Building a FreeBSD router part 1

By Roger, Sun 11 October 2020, in category Software

FreeBSD, install, router

During the last couple of years I tried a lot of different routers. To start with the router provided by my ISP. First a Fritzbox 7360 with DSL support and later a 7490 for use with fiber. But in the meantime I already started using my own routers. I tried PFSense, it had a problem with DPCP-PD at that time, OPNSense, it broke after an update and M0n0wall, one of my favourite! But the last one has stoped development in 2014. I ended up using an Edgerouter X. Very cool one, but somehow limited in possibilities.

That made me think. How hard can it be to build your own router? I have seen a lot of crapy routers in my life. It couln't be that hard...

Base OS

The first question, which OS? FreeBSD of course! I was thinking of using OpenBSD, but that was a little too far out of my comfort zone. I took my old small ESX host containing 16GB of ram and a 300GB harddisk, knowing it was probably enough for a router. I'm not going to tell you how to install FreeBSD, but it's basically next, next, finish work. Format your harddisk with ZFS because that can save you a lot of trouble later.

There are some things you have to know about FreeBSD. There is a difference between OS and additional installed software. The OS is master of the / and the additional software reside in /usr/local. So the program bash can be found in /usr/local/bin/ and sudoers in /usr/local/etc/. That's somehow different than most Linux distributions.

Most of the configuration of the OS is done in /etc/rc.conf.

Configure the LAN interfaces

First let's configure the interfaces in /etc/rc.conf. There are two physical interfaces. For the internet I used re0 and for my internal network re1. On my internal interface I needed some VLANs, one for my workstations, one for my DMZ, or IOT as some call it today, and one for my guests. First the inside world.

hostname="router.example.org"

ifconfig_re1="inet 192.168.0.1/24"
vlans_re1="wks iot guests"
create_args_wks="vlan 11"
ifconfig_wks="inet 192.168.1.1/24"
create_args_dmz="vlan 12"
ifconfig_dmz="inet 192.168.2.1/24"
create_args_guests="vlan 13"
ifconfig_guests="inet 192.168.3.1/24"

That the outside world. I'm using XS4All and they use VLAN 6 with PPPOE. I replaced /etc/ppp/ppp.conf with the below config. The authname and authkey doesn't matter.

default:
  set log Phase tun command

xs4all_ftth:
  set device PPPoE:xs4all
  set authname xs4all@xs4all.nl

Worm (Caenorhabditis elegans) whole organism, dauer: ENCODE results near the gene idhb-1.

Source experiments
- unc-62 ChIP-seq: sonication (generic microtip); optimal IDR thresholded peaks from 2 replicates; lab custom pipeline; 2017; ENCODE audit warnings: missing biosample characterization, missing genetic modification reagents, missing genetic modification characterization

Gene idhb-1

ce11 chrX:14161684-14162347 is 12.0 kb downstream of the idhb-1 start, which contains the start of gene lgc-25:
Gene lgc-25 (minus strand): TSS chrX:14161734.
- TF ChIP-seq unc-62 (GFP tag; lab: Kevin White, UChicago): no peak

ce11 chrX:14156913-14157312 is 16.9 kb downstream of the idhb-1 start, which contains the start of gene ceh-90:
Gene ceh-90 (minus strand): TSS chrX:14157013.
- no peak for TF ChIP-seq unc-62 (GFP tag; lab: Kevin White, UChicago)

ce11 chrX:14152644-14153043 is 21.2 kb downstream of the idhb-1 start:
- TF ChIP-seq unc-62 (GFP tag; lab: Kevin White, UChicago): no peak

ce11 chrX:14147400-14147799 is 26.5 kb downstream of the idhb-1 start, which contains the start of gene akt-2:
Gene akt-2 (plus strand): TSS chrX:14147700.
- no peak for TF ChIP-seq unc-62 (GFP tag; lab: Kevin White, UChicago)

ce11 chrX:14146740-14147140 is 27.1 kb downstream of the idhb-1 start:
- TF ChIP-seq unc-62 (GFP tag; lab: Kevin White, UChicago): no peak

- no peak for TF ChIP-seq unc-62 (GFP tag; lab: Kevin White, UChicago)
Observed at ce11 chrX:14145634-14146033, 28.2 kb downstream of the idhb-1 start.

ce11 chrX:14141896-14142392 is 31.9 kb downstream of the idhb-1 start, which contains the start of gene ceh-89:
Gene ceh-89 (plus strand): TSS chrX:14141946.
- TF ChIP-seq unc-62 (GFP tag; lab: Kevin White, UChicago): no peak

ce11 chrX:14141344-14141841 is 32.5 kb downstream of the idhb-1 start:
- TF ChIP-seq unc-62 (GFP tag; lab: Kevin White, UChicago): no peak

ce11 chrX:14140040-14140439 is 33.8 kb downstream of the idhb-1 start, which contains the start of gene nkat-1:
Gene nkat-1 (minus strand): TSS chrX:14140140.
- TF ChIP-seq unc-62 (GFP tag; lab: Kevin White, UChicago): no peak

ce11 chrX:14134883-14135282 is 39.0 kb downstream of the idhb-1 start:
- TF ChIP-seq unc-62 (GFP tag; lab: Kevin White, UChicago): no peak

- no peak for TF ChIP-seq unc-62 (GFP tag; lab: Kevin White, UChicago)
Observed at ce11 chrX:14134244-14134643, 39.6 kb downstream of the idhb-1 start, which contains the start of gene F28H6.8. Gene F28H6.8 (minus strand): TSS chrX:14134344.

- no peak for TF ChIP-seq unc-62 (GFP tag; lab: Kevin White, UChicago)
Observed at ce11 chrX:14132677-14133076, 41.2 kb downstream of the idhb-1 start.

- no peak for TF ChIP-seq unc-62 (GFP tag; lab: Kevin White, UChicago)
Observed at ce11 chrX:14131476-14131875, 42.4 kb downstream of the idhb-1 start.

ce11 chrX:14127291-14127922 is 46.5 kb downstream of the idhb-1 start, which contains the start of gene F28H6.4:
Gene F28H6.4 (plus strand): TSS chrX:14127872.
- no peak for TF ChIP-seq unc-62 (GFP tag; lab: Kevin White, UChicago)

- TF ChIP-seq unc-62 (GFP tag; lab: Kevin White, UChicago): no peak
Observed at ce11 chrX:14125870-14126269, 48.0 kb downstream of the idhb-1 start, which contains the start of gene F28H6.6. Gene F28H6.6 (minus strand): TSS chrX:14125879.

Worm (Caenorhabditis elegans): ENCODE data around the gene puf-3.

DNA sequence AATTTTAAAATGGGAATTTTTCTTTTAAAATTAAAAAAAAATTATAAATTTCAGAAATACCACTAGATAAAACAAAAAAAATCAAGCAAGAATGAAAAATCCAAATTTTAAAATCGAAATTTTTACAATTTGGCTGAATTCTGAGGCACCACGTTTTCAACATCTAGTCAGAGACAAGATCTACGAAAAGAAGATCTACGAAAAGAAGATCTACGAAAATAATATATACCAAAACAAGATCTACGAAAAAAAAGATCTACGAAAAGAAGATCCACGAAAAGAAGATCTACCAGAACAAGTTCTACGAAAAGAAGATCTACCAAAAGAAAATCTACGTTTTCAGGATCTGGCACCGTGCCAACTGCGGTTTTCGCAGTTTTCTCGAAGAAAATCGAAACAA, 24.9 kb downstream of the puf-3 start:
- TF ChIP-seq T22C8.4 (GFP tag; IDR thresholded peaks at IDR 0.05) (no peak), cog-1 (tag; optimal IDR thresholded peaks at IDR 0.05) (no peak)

set authkey 1234
  set dial
  set login
  add default HISADDR

And changed /etc/rc.conf:

ifconfig_re0="up"
vlans_re0="xs4all"
create_args_xs4all="vlan 6 up"

# Start PPPoE connection
ppp_enable="YES"
ppp_mode="ddial"
ppp_profile="xs4all_ftth"

Reboot and you got a system capable of using the internet and the internal network, but without any routing or services.

DHCP server

The internal network need some control of the IP adresses. Let's install the OpenBSD DHCP server.

pkg install dhcpd

And make a config file in /usr/local/etc/dhcpd.conf for the three networks and a static entry as an example:

authoritative;
default-lease-time 86400;
max-lease-time 1036800;

# WKS
subnet 192.168.1.0 netmask 255.255.255.0 {
  range 192.168.1.100 192.168.1.200;
  option domain-name-servers 192.168.1.1;
  option domain-name "wks.example.org";
  option domain-search "wks.example.org", "dmz.example.org", "example.org";
  option routers 192.168.1.1;
  option subnet-mask 255.255.255.0;
  option broadcast-address 192.168.1.255;
}

# DMZ
subnet 192.168.2.0 netmask 255.255.255.0 {
  range 192.168.2.100 192.168.2.200;
  option domain-name-servers 192.168.2.1;
  option domain-name "dmz.example.org";
  option routers 192.168.2.1;
  option subnet-mask 255.255.255.0;
  option broadcast-address 192.168.2.255;
}

# Guests
subnet 192.168.3.0 netmask 255.255.255.0 {
  range 192.168.3.10 192.168.3.250;
  option domain-name-servers 192.168.3.1;
  option domain-name "guests.example.org";
  option routers 192.168.3.1;
  option subnet-mask 255.255.255.0;
  option broadcast-address 192.168.3.255;
}

host myhost {
  hardware ethernet CC:00:FF:FF:EE:EE;
  fixed-address 192.168.1.10;
}

And as last, enable the DHCP server in /etc/rc.conf:

dhcpd_enable="YES"

Thats everything needed for the networking part of a router. Next time, we will take a look at the routing and firewalling.

Read the other parts of the story:

Part 1 - Part 2 - Part 3